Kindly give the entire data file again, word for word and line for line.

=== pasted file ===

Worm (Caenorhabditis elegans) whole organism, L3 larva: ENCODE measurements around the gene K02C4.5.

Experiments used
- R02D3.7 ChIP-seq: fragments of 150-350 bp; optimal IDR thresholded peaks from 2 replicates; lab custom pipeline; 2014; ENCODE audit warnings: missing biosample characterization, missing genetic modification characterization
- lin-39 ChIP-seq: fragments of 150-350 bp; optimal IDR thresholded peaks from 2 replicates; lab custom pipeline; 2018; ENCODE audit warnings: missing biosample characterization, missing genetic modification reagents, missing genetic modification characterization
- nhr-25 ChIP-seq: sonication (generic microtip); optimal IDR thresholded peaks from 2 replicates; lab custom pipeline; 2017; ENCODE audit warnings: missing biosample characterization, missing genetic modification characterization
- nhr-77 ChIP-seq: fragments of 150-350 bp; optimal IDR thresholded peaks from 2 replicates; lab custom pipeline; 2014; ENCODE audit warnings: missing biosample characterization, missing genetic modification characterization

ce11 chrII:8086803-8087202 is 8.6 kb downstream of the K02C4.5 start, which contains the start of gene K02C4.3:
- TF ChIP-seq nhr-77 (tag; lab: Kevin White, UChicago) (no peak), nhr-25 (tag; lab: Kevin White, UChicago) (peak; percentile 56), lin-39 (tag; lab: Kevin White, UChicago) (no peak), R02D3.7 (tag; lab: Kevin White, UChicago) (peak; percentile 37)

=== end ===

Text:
Worm (Caenorhabditis elegans) whole organism, L3 larva: ENCODE measurements around the gene K02C4.5.

Experiments used
- R02D3.7 ChIP-seq: fragments of 150-350 bp; optimal IDR thresholded peaks from 2 replicates; lab custom pipeline; 2014; ENCODE audit warnings: missing biosample characterization, missing genetic modification characterization
- lin-39 ChIP-seq: fragments of 150-350 bp; optimal IDR thresholded peaks from 2 replicates; lab custom pipeline; 2018; ENCODE audit warnings: missing biosample characterization, missing genetic modification reagents, missing genetic modification characterization
- nhr-25 ChIP-seq: sonication (generic microtip); optimal IDR thresholded peaks from 2 replicates; lab custom pipeline; 2017; ENCODE audit warnings: missing biosample characterization, missing genetic modification characterization
- nhr-77 ChIP-seq: fragments of 150-350 bp; optimal IDR thresholded peaks from 2 replicates; lab custom pipeline; 2014; ENCODE audit warnings: missing biosample characterization, missing genetic modification characterization

ce11 chrII:8086803-8087202 is 8.6 kb downstream of the K02C4.5 start, which contains the start of gene K02C4.3:
- TF ChIP-seq nhr-77 (tag; lab: Kevin White, UChicago) (no peak), nhr-25 (tag; lab: Kevin White, UChicago) (peak; percentile 56), lin-39 (tag; lab: Kevin White, UChicago) (no peak), R02D3.7 (tag; lab: Kevin White, UChicago) (peak; percentile 37)